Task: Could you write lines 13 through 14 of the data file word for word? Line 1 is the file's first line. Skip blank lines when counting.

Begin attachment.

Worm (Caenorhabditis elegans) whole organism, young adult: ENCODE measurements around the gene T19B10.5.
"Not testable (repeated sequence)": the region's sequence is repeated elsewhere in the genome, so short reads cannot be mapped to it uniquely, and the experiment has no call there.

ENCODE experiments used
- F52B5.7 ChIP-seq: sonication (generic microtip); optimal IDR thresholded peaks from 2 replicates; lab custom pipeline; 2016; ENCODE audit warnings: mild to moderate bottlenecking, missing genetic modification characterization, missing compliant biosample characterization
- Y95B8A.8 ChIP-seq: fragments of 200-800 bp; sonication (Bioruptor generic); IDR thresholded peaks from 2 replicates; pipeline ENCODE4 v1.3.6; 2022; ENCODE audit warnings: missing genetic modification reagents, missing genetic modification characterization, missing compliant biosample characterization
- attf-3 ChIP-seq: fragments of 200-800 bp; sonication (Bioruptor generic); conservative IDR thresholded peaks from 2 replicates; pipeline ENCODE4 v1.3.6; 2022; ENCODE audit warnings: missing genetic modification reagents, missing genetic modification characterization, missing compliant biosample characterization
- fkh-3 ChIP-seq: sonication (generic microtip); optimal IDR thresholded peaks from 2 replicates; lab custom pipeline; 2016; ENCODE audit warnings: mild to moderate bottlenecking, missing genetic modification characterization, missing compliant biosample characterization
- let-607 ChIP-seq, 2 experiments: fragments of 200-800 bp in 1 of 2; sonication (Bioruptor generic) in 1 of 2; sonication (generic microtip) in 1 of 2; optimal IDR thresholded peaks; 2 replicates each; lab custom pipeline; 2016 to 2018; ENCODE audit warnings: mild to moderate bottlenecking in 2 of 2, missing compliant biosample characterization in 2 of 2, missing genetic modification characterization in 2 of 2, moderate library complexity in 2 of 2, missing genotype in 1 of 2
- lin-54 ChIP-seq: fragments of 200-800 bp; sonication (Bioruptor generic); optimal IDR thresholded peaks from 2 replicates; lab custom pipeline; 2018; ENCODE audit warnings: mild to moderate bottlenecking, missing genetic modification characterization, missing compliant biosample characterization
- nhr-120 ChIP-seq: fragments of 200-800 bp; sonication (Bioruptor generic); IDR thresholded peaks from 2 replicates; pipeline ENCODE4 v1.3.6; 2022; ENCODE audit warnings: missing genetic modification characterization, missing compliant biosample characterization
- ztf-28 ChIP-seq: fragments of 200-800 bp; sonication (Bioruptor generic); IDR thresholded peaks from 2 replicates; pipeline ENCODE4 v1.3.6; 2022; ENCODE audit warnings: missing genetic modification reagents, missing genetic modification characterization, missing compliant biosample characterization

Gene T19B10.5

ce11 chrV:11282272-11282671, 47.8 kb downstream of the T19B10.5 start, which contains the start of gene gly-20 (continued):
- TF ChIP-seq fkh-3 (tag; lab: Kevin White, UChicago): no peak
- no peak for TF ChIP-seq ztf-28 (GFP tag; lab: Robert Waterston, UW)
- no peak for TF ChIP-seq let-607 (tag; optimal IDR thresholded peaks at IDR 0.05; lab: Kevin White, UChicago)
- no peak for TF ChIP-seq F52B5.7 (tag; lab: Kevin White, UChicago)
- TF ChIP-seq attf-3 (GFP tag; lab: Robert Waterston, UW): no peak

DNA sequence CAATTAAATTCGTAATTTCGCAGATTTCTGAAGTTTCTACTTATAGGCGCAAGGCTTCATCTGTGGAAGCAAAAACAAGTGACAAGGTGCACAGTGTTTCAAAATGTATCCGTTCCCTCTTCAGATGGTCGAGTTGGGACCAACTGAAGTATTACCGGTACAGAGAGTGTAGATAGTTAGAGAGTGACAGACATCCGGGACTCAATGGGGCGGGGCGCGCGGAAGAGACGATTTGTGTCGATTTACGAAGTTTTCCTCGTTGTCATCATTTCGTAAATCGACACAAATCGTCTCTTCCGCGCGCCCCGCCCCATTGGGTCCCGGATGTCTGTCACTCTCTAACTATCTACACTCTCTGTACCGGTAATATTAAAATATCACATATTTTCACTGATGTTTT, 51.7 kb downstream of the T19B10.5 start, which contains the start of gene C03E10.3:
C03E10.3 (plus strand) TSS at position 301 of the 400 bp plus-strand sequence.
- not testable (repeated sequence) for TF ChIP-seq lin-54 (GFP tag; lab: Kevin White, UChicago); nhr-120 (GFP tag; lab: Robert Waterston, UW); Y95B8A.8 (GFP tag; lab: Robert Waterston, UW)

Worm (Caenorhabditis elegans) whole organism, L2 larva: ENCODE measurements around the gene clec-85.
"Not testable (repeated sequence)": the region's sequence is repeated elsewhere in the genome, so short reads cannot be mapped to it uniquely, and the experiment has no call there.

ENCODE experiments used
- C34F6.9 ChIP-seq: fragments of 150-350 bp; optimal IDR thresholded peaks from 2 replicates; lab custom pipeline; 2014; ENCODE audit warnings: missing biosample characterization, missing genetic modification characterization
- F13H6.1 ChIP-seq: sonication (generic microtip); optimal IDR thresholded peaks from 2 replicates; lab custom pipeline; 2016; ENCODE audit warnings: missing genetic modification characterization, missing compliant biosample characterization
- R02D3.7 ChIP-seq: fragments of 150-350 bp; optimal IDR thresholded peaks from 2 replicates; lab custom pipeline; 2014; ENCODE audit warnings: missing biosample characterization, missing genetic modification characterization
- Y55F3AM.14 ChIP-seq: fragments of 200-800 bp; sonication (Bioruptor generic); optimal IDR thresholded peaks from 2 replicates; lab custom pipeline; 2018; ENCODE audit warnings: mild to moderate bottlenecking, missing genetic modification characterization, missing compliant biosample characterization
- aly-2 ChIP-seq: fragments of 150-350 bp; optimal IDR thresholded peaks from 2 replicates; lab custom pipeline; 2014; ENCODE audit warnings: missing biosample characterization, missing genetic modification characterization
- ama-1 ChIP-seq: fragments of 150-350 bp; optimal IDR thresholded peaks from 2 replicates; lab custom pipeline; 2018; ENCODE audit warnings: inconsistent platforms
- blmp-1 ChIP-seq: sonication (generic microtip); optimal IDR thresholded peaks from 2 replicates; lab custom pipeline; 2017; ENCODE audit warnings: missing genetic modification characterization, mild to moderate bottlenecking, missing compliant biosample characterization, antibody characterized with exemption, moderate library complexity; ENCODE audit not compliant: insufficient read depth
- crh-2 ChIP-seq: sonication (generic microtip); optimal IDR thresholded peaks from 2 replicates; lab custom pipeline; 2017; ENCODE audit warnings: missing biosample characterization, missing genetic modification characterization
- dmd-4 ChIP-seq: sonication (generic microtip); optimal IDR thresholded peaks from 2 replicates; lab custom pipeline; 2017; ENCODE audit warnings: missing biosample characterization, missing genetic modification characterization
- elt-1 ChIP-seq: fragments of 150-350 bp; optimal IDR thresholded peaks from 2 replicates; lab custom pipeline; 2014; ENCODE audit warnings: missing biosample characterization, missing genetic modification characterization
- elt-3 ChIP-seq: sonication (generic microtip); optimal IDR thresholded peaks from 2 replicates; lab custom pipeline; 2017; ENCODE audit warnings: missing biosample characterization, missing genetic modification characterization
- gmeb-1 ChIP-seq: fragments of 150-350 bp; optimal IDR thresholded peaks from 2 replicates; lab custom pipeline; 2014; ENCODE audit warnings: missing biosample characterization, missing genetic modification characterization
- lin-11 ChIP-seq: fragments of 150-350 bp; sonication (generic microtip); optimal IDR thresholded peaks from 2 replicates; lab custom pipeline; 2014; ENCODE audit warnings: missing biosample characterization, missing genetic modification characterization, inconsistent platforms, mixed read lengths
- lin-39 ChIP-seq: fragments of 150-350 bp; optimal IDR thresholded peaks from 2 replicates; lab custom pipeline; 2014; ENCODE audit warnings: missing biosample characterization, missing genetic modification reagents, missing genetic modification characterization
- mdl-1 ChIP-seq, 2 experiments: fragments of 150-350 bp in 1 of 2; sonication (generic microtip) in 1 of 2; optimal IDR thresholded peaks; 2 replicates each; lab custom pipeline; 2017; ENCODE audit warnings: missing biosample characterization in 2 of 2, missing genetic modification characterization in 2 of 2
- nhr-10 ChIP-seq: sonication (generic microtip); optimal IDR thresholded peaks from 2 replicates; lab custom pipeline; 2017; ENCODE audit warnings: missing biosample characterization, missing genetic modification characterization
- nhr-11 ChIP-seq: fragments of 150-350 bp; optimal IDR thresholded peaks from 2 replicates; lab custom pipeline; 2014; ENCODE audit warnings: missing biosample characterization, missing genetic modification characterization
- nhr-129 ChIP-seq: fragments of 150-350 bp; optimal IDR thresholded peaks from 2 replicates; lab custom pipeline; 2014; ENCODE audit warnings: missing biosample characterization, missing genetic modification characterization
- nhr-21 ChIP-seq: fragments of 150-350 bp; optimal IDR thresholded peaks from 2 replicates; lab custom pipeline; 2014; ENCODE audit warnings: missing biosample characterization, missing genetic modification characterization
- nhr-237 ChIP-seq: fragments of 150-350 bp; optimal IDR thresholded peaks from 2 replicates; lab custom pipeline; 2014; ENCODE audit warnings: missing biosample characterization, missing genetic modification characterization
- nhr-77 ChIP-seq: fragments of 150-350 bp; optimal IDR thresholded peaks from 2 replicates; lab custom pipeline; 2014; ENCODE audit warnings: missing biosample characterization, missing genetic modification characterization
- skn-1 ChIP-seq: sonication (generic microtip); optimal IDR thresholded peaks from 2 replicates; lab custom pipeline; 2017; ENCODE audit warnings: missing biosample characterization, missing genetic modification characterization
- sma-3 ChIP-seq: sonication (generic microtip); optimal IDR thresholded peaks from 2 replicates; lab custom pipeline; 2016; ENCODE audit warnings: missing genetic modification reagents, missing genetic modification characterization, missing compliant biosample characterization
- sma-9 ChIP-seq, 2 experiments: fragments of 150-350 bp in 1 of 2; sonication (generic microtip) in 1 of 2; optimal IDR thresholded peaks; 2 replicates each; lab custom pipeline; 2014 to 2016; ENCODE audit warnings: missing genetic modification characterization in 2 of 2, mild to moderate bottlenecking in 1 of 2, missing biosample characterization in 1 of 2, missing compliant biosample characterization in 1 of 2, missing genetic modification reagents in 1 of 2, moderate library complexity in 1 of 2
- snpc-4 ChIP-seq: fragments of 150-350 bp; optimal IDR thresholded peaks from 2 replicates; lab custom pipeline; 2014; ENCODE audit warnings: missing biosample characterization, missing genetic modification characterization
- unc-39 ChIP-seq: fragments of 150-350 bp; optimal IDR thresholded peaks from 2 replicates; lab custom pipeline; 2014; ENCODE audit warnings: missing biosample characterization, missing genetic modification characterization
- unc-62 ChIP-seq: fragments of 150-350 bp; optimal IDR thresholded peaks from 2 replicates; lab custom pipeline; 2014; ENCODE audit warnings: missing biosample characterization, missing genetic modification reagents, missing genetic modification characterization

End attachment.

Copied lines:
ce11 chrV:11282272-11282671, 47.8 kb downstream of the T19B10.5 start, which contains the start of gene gly-20 (continued):
- TF ChIP-seq fkh-3 (tag; lab: Kevin White, UChicago): no peak